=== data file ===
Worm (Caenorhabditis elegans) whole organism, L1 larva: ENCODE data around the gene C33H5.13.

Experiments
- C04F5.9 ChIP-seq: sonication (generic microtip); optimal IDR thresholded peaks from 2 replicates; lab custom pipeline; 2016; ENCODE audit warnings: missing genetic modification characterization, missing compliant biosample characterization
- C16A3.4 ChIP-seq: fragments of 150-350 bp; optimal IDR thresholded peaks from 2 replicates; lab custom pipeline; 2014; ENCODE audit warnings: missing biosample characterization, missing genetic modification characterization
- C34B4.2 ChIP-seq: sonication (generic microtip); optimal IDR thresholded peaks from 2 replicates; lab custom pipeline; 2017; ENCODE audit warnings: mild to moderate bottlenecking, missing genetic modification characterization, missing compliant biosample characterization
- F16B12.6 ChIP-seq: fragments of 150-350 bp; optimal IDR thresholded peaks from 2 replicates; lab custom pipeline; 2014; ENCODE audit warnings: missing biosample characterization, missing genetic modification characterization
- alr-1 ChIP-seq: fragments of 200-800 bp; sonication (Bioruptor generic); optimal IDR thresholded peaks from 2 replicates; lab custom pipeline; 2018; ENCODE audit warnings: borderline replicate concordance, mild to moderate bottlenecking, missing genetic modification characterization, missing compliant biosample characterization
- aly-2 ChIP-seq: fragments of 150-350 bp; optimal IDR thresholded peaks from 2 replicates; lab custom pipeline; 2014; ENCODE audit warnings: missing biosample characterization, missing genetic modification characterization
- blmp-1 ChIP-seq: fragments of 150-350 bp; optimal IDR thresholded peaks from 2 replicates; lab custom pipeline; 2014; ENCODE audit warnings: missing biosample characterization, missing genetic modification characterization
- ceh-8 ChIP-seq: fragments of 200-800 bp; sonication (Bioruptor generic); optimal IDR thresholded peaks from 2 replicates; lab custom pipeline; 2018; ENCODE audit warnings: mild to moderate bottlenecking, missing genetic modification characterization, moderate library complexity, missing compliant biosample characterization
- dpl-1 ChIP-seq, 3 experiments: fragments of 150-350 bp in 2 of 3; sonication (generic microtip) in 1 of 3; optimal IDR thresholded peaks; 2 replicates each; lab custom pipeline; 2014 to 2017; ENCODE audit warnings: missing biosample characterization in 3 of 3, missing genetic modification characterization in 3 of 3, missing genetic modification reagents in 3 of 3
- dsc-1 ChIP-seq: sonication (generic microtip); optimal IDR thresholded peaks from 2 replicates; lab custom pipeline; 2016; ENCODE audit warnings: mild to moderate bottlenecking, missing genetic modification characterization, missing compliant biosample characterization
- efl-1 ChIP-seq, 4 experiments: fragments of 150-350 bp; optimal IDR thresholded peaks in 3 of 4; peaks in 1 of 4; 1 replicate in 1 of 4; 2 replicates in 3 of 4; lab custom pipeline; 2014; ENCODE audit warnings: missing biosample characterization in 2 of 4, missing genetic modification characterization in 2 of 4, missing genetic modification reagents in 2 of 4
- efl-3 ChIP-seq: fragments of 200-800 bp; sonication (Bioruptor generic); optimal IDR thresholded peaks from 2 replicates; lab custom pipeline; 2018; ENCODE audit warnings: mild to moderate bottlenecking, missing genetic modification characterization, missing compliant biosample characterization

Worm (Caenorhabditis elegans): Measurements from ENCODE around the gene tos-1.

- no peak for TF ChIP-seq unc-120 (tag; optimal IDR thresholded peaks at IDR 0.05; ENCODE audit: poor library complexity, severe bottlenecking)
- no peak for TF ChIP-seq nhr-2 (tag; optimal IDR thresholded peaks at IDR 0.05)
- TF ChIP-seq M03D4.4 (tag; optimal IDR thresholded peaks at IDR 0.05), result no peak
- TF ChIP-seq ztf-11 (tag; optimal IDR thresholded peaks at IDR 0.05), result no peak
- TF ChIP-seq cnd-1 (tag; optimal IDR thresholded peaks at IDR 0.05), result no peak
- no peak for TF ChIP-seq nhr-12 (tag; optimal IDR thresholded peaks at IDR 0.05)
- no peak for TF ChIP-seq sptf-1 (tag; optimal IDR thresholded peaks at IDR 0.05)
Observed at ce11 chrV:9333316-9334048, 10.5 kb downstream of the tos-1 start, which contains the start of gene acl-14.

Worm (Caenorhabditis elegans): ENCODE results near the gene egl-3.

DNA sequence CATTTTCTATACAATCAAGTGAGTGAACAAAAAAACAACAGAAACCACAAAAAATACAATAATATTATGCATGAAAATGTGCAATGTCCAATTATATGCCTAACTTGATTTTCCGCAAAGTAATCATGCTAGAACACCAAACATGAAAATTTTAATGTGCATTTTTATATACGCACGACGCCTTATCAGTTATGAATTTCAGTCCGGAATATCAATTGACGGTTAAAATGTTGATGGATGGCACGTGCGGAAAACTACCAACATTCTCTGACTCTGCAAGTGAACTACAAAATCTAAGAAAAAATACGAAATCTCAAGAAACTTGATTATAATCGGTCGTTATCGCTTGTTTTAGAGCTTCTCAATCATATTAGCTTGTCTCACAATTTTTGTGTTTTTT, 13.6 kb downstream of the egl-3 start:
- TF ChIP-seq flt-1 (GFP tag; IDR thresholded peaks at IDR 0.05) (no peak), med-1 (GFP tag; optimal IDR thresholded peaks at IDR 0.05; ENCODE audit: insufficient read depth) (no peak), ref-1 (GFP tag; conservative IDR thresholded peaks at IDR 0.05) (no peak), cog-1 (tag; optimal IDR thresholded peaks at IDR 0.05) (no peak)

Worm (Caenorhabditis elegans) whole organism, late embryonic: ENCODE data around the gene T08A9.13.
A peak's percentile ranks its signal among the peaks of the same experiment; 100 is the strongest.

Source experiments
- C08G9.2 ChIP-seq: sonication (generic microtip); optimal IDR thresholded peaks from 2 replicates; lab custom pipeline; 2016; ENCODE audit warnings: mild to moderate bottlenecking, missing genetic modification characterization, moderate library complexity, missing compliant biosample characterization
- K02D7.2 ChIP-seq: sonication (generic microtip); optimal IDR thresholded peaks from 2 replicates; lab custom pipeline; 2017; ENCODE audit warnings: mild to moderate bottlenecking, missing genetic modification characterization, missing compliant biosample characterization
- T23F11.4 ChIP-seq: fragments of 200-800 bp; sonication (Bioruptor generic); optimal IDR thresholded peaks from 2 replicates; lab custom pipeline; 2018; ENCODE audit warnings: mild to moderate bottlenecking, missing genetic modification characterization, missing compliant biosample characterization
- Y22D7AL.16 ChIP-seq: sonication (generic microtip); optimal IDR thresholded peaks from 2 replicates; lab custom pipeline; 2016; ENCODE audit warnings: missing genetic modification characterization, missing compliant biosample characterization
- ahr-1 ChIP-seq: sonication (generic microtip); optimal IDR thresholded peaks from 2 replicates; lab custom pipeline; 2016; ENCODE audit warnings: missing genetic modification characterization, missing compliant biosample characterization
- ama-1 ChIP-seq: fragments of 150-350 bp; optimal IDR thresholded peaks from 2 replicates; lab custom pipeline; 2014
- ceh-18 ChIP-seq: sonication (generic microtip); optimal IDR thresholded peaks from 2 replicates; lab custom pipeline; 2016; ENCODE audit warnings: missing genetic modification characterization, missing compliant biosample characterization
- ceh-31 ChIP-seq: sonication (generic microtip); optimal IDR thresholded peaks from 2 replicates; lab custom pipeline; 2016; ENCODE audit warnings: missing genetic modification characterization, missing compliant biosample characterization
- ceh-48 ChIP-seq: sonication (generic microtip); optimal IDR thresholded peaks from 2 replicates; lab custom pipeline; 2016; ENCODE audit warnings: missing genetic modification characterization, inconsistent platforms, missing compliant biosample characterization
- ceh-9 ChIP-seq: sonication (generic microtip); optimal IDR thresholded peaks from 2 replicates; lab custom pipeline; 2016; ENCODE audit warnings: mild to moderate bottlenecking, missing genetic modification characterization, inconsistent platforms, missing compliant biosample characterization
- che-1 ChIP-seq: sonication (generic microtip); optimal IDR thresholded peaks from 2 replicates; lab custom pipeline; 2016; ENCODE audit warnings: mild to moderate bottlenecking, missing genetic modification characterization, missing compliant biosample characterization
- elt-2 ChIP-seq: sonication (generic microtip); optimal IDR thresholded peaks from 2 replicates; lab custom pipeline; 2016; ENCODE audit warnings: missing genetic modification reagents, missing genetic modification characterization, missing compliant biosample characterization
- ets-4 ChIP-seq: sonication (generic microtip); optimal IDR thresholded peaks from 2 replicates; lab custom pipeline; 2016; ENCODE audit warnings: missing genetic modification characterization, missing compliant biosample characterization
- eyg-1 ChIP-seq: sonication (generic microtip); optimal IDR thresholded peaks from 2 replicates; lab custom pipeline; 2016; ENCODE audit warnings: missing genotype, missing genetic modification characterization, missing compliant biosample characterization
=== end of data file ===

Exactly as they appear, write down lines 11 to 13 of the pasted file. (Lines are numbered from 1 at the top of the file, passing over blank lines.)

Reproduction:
- dpl-1 ChIP-seq, 3 experiments: fragments of 150-350 bp in 2 of 3; sonication (generic microtip) in 1 of 3; optimal IDR thresholded peaks; 2 replicates each; lab custom pipeline; 2014 to 2017; ENCODE audit warnings: missing biosample characterization in 3 of 3, missing genetic modification characterization in 3 of 3, missing genetic modification reagents in 3 of 3
- dsc-1 ChIP-seq: sonication (generic microtip); optimal IDR thresholded peaks from 2 replicates; lab custom pipeline; 2016; ENCODE audit warnings: mild to moderate bottlenecking, missing genetic modification characterization, missing compliant biosample characterization
- efl-1 ChIP-seq, 4 experiments: fragments of 150-350 bp; optimal IDR thresholded peaks in 3 of 4; peaks in 1 of 4; 1 replicate in 1 of 4; 2 replicates in 3 of 4; lab custom pipeline; 2014; ENCODE audit warnings: missing biosample characterization in 2 of 4, missing genetic modification characterization in 2 of 4, missing genetic modification reagents in 2 of 4